Thursday, May 31, 2012

Nanny says: 'Downsize me!'

[Here's Mayor Michael Bloomberg's latest assault on Liberty. Why the citizens of New York haven't yet rid themselves of this Enemy of The People is beyond me.]

Bloomberg administration proposes ban on sugary drinks larger than 16 ounces

New York Daily News / Thursday, May 31, 2012

Mayor Bloomberg is a big soda scrooge.

After taking on smoking, trans-fats and restaurant calorie counts, Hizzoner has yet another health hazard in his crosshairs: oversized sugary drinks.

The city is working on a plan to ban large soft drinks and other sweet beverages in eateries, theaters and most other venues, City Hall announced Wednesday.

The new rules, which could take effect next March, would prohibit cups larger than 16 ounces of any liquid that contains more than 25 calories per 8 ounces. That targets sodas, sweetened ice tea and energy drinks. Diet sodas and milk-based beverages -- even calorie laden milkshakes -- will remain lawful.

"Obesity is a nationwide problem, and all over the United States, public health officials are wringing their hands saying, 'Oh, this is terrible,'" Bloomberg told The New York Times. "New York City is not about wringing your hands; it's about doing something."

The ban will extend to food carts, delis, even concession stands in stadiums and arenas, but not supermarkets and grocery stores, according to the administration's proposal.

Cups bigger than 16 ounces would disappear from self-serve fountains in fast-food joints, although refills would still be allowed.

The anti-sweet drinks crusade got a bitter reception from the beverage industry.

"There they go again. The New York City Health Department's unhealthy obsession with attacking soft drinks is again pushing them over the top," said Stefan Friedman, spokesman for the New York City Beverage Association.

"The city is not going to address the obesity issue by attacking soda because soda is not driving the obesity rates," he argued.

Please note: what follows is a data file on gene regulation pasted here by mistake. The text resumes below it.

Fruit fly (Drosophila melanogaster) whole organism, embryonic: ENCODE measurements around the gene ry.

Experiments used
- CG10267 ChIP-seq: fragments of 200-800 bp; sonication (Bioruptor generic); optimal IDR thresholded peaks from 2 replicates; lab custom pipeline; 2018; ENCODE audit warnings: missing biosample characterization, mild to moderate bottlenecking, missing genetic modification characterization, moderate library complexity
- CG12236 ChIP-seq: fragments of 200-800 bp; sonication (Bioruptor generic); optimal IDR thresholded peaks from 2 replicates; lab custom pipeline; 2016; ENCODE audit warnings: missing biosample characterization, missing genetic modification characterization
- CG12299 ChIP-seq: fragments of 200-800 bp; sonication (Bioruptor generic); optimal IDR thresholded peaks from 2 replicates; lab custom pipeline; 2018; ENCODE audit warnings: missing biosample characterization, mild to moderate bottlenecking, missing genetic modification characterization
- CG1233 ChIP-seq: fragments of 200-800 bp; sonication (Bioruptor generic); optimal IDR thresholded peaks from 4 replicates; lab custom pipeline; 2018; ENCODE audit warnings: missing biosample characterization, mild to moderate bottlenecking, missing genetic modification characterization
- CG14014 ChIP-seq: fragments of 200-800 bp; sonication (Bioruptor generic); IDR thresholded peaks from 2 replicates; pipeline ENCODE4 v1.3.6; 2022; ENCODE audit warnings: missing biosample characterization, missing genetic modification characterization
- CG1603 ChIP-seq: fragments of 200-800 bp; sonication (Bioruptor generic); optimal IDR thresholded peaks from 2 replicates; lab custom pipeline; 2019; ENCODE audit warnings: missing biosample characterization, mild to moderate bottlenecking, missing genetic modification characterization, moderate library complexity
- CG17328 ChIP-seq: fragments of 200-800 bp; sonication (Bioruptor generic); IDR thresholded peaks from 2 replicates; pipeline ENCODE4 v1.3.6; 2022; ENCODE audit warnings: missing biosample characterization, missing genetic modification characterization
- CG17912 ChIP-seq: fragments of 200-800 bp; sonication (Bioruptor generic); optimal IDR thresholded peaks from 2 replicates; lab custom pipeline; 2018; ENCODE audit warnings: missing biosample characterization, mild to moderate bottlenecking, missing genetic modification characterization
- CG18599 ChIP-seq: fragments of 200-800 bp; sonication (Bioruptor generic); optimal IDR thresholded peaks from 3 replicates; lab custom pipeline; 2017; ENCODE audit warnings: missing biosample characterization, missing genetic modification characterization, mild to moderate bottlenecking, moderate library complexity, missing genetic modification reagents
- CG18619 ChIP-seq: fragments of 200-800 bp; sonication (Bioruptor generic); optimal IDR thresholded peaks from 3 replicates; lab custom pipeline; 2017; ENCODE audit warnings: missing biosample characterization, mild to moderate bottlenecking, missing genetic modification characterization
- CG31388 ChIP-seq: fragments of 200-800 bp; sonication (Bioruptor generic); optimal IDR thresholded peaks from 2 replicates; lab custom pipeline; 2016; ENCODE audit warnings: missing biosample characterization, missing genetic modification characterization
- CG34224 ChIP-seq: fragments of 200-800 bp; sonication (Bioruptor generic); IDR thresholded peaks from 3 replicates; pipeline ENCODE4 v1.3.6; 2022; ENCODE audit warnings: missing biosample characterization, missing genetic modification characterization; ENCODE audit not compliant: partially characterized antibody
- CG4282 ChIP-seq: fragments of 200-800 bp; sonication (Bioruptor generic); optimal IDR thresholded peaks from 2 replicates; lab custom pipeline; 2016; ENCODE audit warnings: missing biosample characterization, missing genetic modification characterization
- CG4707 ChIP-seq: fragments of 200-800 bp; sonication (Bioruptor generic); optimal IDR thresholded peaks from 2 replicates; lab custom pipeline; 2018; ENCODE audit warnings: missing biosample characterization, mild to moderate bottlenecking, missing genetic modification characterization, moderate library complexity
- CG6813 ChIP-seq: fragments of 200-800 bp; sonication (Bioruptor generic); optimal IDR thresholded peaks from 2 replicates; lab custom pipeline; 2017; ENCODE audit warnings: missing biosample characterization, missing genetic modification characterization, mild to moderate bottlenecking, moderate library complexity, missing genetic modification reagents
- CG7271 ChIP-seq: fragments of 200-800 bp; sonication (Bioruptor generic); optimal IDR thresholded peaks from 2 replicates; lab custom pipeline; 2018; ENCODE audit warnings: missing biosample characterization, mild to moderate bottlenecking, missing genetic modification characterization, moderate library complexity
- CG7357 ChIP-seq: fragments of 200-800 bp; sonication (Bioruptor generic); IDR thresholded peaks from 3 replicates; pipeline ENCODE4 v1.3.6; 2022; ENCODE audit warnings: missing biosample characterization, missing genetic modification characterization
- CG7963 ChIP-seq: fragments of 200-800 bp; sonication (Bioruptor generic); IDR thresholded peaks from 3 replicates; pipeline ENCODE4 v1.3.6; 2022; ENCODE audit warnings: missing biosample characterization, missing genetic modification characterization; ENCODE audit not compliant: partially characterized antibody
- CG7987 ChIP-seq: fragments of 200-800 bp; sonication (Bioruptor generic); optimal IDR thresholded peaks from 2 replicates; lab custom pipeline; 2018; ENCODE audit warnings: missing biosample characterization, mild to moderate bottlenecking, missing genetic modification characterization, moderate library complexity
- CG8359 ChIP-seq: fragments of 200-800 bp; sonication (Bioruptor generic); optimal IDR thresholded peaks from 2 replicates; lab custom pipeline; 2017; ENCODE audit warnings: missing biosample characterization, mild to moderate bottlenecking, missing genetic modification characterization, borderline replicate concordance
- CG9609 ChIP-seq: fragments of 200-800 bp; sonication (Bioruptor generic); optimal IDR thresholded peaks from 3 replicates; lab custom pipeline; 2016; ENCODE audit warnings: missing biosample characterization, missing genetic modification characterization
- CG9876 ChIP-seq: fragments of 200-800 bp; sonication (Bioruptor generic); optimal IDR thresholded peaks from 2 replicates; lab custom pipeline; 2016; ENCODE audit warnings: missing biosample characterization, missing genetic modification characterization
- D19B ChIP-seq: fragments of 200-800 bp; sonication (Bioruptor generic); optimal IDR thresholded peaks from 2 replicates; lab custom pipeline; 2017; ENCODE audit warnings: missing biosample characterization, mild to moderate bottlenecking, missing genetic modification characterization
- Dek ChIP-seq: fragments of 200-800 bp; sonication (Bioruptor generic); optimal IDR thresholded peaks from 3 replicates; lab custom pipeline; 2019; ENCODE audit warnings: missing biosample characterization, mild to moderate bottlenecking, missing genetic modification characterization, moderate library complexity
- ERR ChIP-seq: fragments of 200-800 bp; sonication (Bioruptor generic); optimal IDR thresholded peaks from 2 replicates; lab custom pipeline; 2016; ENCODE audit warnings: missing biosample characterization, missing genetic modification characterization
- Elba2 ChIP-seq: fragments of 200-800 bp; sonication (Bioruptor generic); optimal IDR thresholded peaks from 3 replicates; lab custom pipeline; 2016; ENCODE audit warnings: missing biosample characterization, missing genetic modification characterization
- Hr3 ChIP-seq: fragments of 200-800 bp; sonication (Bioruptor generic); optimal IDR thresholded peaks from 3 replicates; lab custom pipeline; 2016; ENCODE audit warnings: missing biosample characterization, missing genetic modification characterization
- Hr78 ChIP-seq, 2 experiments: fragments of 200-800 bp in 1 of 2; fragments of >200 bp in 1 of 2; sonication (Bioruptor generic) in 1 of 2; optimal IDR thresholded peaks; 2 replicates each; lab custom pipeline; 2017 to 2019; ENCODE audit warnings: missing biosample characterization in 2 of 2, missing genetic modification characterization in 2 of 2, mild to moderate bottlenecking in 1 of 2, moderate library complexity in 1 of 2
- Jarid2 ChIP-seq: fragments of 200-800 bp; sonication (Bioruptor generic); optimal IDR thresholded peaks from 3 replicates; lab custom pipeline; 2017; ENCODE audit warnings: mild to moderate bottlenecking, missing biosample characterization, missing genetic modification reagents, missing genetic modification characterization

Some New Yorkers also thought the plan will fizzle out.

"He can try, but he can't stop people from getting what they want,” said cabbie Morshed Chowbhury, 27, of Jackson Heights, Queens. “Some days I can't survive without coffee or big sodas."

Victor Diaz, 24, was more receptive to the upcoming regulation.

"It will all depend on the person. But at least he's trying to help New Yorkers eat better," Diaz said of Bloomberg.

He added that he just opted for a Gatorade rather than a Big Gulp on a recent run to 7-Eleven, seemingly not realizing the sports drink will also be banned under the proposed program.

The mayor, who some disparage as Nanny Bloomberg for his plethora of prohibitions, has been waging a lengthy war against the soda scourge. During his time in office, he unsuccessfully lobbied for a state soda tax and tried to stop he purchase of soft drinks with food stamps.

The administration is planning to push the plan through the Board of Health, the same body that authorized restaurant letter grades and calorie count postings. No additional authorization is required, sources said.

If the big-drink dryout will pan out, people will still be able to buy a double dosage.

Helen O'Connor, 40, from SoHo, said she plans to do just that.

"He's going overboard," she said of the mayor.

"If I can't buy one big drink, I'll buy two smaller ones."